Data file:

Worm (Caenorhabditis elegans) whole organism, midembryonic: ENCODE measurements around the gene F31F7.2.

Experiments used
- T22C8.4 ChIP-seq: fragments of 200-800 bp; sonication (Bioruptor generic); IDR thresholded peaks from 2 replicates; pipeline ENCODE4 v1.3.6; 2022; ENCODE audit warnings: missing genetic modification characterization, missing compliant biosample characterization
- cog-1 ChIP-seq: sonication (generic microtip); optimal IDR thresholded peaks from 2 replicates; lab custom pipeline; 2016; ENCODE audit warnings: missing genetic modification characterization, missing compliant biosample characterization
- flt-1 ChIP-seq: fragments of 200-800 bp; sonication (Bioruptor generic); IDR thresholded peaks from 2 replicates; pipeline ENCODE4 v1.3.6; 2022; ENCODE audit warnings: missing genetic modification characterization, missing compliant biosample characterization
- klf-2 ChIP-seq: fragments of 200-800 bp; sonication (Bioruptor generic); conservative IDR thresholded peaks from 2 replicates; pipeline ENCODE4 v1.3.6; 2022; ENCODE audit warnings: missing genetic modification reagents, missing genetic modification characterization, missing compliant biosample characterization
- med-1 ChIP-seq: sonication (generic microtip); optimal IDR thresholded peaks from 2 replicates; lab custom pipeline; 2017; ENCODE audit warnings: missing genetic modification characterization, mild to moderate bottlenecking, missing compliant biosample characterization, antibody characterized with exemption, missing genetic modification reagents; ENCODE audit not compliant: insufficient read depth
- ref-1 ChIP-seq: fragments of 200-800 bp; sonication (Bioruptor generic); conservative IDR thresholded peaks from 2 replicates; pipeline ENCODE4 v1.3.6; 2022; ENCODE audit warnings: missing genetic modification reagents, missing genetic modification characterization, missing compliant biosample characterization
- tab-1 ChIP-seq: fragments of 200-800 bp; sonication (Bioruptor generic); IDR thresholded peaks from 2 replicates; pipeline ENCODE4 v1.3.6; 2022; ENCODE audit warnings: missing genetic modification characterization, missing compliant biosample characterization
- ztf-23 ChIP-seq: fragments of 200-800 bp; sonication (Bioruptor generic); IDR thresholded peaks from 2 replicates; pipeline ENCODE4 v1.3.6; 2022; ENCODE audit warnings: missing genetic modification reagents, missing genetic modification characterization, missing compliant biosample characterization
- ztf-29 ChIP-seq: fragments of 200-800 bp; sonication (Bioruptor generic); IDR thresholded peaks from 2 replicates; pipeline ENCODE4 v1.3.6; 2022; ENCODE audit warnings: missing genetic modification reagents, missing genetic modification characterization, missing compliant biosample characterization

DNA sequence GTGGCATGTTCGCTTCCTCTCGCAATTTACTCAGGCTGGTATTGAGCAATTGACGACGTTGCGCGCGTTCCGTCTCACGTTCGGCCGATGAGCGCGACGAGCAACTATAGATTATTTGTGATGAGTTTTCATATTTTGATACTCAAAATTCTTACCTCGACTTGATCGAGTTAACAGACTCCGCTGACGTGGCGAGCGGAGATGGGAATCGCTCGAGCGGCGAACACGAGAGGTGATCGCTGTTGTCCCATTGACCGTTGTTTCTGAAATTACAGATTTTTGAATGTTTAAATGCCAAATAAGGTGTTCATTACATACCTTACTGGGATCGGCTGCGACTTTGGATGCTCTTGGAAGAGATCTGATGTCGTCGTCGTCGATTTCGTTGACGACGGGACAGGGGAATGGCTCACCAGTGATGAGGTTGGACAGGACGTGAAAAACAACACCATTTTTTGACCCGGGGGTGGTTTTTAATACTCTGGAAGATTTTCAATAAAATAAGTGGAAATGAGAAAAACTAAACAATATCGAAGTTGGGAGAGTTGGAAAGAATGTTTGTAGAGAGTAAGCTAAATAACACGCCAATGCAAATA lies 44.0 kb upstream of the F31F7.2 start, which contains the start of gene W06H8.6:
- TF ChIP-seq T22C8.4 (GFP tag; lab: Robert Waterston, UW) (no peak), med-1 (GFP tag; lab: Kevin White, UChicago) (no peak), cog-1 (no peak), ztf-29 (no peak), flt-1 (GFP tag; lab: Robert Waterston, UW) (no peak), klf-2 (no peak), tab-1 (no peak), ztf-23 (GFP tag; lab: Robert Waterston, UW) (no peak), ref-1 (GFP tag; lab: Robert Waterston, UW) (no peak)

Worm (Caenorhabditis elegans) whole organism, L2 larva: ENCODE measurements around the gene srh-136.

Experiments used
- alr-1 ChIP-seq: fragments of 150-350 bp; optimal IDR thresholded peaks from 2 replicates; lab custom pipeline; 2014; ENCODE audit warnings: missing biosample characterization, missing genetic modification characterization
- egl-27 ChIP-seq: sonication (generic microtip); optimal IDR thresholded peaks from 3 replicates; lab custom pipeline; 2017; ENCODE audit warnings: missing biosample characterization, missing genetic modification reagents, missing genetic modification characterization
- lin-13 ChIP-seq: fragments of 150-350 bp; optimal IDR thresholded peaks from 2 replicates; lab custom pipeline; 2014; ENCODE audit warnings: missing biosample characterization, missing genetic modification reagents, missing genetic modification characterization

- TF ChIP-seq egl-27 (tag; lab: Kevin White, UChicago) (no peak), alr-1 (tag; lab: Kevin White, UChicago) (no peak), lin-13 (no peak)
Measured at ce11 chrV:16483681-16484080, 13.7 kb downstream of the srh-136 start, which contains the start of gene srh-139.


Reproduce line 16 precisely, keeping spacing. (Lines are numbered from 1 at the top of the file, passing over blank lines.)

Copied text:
- alr-1 ChIP-seq: fragments of 150-350 bp; optimal IDR thresholded peaks from 2 replicates; lab custom pipeline; 2014; ENCODE audit warnings: missing biosample characterization, missing genetic modification characterization